Remarkably, Ada found herself dormie 2 but as great champions invariably do, Dorothy Campbell found a way to win the 17th and 18th and then got the better of Ada at the 1st hole of sudden death. Despite the very narrow defeat, Ada won many plaudits and gained invaluable experience.
For the record…Dorothy Campbell went on to win her third consecutive Canadian Championship, for which she was able to permanently keep the Lady Grey Trophy.
Dixie Golf Links
Twelve months later the Canadian Women’s Amateur was played on the Dixie Golf Links (home of the Royal Montreal Golf Club until 1959), attracting champions from Great Britain and the United States.
Ada Mackenzie was not in the best of form when the championship got underway but found a way to once again qualify for the match play stage (which had been extended to the top 32 qualifiers due to the quality of the field).
However, her lack of form persisted and Ada was defeated 3&2 in the Round of 16 by Mrs Ronald H Barlow (from Philadelphia), one of the best players in the United States.
Canadian Bank of Commerce
Ada Mackenzie made the decision to try and play amateur golf to the highest possible level whilst retaining (full-time) employment to support and fund her golfing dreams and ambitions. Thus in 1914, she commenced working for the Canadian Bank of Commerce at their head office in Toronto. She would continue to work for the Bank until 1930 when she established her own Sports Company (more about that business venture in Part III).
Throughout the First World War, Canadian Golf Clubs and golfers took up the challenge to raise funds for the soldiers fighting on the front line…Prisoner of War Funds, the Red Cross, Hospitals, and so on.
For example, Golf Clubs positioned boxes where golfers left ten cents every time they played golf, even if they had only managed a few holes. Also, several clubs organised ‘field days’ where funds raised on the day, usually in excess of one thousand dollars, were split 50:50 between the various War Funds and a nominated National Charity.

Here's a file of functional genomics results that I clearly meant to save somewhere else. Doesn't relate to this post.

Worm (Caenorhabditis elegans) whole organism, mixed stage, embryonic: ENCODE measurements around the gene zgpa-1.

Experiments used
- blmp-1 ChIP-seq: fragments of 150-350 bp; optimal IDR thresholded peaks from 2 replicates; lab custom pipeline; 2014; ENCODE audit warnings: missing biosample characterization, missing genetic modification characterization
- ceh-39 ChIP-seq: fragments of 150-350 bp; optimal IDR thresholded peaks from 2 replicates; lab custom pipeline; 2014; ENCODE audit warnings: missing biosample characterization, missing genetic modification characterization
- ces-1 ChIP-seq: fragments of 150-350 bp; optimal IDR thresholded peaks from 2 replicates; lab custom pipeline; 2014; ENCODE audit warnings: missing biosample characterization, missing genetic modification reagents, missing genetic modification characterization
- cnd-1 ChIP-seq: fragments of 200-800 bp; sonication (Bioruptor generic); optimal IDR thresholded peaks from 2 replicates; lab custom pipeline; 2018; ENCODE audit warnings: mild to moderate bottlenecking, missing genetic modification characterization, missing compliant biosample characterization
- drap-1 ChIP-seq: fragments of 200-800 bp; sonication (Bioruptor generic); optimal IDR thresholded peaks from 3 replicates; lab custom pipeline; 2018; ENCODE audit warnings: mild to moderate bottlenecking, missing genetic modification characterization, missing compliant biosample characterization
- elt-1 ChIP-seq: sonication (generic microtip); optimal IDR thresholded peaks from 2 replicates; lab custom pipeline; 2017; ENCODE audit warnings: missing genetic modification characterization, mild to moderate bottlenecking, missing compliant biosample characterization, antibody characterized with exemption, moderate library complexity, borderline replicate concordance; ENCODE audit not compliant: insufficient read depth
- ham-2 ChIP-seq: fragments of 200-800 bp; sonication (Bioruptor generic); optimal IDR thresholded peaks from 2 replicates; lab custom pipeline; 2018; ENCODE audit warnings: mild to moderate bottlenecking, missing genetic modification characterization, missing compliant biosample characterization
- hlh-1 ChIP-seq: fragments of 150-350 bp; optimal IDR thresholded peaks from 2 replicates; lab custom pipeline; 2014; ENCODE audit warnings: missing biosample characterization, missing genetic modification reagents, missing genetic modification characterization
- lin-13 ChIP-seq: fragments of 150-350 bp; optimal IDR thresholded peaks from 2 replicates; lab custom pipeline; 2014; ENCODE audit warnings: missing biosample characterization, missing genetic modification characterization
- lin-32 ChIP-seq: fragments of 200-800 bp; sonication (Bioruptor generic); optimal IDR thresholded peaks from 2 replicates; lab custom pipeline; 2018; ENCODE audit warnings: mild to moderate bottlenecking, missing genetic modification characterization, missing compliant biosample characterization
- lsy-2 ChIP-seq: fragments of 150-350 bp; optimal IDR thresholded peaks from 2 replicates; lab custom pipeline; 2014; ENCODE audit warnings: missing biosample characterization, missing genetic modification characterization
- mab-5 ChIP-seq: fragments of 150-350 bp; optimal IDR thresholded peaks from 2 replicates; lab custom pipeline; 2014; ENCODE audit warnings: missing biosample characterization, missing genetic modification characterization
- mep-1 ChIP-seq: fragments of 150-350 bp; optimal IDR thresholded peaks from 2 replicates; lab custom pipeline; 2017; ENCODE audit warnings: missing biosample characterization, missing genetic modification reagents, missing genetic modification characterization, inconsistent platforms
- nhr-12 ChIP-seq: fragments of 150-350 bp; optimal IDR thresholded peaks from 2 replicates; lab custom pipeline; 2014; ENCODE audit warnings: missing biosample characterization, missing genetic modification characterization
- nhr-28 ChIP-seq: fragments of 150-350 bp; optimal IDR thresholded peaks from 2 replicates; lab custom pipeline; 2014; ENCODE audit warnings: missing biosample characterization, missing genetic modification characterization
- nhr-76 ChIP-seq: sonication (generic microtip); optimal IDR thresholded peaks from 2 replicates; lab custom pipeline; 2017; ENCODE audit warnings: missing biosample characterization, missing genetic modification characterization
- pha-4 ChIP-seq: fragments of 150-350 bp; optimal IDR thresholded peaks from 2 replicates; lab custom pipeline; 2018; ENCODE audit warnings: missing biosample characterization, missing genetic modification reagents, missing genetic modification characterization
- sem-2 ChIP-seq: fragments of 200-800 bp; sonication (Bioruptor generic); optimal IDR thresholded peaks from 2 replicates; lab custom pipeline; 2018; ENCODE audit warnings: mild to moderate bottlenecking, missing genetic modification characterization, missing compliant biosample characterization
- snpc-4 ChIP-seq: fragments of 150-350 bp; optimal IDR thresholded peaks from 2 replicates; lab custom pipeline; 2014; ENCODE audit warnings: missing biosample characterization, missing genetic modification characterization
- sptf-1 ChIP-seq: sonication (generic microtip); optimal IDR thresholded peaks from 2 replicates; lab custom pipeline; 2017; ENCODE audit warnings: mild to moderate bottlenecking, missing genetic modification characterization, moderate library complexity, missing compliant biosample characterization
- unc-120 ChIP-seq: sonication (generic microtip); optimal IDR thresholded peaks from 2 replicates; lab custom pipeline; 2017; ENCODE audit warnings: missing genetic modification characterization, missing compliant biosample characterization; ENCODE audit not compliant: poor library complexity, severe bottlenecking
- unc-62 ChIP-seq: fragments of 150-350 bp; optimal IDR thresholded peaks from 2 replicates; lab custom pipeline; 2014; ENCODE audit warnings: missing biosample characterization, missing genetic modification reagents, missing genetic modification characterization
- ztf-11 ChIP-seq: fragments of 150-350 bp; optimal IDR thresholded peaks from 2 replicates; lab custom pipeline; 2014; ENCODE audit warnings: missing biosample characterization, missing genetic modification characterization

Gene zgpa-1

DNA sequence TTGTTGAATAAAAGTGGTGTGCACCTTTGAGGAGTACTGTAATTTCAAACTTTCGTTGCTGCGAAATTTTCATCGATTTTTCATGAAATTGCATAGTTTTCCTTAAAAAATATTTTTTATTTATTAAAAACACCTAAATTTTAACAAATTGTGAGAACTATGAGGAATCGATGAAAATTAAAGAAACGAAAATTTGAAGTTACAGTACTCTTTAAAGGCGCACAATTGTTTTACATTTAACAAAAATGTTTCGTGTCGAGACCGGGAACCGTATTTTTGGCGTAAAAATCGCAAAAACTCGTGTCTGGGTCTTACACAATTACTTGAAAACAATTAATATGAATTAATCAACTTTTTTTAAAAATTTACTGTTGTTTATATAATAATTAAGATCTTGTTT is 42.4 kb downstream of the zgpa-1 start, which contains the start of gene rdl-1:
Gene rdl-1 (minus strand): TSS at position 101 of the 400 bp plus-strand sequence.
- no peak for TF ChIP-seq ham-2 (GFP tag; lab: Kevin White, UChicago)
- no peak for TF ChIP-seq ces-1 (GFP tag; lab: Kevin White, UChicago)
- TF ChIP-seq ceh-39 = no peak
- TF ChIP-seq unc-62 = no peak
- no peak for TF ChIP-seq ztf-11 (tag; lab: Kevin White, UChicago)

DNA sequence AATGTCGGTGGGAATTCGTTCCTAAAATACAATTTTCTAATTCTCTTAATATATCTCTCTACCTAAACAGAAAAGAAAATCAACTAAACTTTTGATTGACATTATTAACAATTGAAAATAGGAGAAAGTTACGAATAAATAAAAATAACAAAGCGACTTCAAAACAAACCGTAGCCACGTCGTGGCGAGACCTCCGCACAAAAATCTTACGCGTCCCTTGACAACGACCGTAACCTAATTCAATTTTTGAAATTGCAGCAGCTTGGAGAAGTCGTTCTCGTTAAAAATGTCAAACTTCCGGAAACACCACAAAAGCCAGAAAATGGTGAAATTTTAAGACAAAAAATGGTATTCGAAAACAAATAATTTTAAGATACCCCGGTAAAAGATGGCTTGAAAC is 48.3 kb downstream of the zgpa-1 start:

Ada Mackenzie participated in at least two of these ‘field days’…in October 1915 at Hamilton Golf Club she managed to finish runner up in the handicap competition, despite still recovering from a very serious illness, and in June 1917 at Rosedale Golf Club she posted the best gross score…but taking part to support the war effort was all that really mattered.
Championship Golf Resumes
The Canadian Women’s Amateur was cancelled from 1914 to 1918 because of World War 1, resuming in 1919 when the championship was hosted by Beaconsfield Golf Club, Montreal.
The Royal Canadian Golf Association made the decision to restrict entry for the first championship since 1913 to ladies who were members of Canadian Golf Clubs. They believed that competitors from outside Canada would have had an unfair advantage as very few of the home players were able to play competitive golf during the war years. The championship might have been missing the usual sprinkling of International stars but the overall quality of the field and the golf was of the highest standard.
After easily qualifying for the match play stage, Ada Mackenzie (representing Mississaugua Golf Club) played against and defeated some of Canada’s best women golfers by 6&5, 3&2 and 4&3 in the last 16, quarter-finals and semi-finals respectively ‘en route’ to the final…where she met home club favourite, Kate Robertson.